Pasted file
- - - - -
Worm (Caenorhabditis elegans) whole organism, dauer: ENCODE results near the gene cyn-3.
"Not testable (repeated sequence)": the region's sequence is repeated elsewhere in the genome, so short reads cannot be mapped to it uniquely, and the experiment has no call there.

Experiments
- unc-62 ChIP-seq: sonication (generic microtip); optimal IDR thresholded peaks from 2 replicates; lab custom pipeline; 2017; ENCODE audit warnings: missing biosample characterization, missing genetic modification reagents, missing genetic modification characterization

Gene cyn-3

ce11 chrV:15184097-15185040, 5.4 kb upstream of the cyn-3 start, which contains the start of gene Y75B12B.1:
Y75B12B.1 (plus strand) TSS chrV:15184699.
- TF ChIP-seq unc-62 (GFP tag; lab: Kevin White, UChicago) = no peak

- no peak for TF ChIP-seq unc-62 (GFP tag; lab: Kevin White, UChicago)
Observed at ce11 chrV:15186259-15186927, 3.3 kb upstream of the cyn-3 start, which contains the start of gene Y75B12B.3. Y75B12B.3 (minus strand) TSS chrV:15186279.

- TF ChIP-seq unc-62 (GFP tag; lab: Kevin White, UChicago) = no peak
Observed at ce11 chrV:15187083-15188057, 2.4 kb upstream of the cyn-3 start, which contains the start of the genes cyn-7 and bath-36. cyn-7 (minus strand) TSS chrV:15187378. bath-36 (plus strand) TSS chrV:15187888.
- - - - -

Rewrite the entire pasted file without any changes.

Worm (Caenorhabditis elegans) whole organism, dauer: ENCODE results near the gene cyn-3.
"Not testable (repeated sequence)": the region's sequence is repeated elsewhere in the genome, so short reads cannot be mapped to it uniquely, and the experiment has no call there.

Experiments
- unc-62 ChIP-seq: sonication (generic microtip); optimal IDR thresholded peaks from 2 replicates; lab custom pipeline; 2017; ENCODE audit warnings: missing biosample characterization, missing genetic modification reagents, missing genetic modification characterization

Gene cyn-3

ce11 chrV:15184097-15185040, 5.4 kb upstream of the cyn-3 start, which contains the start of gene Y75B12B.1:
Y75B12B.1 (plus strand) TSS chrV:15184699.
- TF ChIP-seq unc-62 (GFP tag; lab: Kevin White, UChicago) = no peak

- no peak for TF ChIP-seq unc-62 (GFP tag; lab: Kevin White, UChicago)
Observed at ce11 chrV:15186259-15186927, 3.3 kb upstream of the cyn-3 start, which contains the start of gene Y75B12B.3. Y75B12B.3 (minus strand) TSS chrV:15186279.

- TF ChIP-seq unc-62 (GFP tag; lab: Kevin White, UChicago) = no peak
Observed at ce11 chrV:15187083-15188057, 2.4 kb upstream of the cyn-3 start, which contains the start of the genes cyn-7 and bath-36. cyn-7 (minus strand) TSS chrV:15187378. bath-36 (plus strand) TSS chrV:15187888.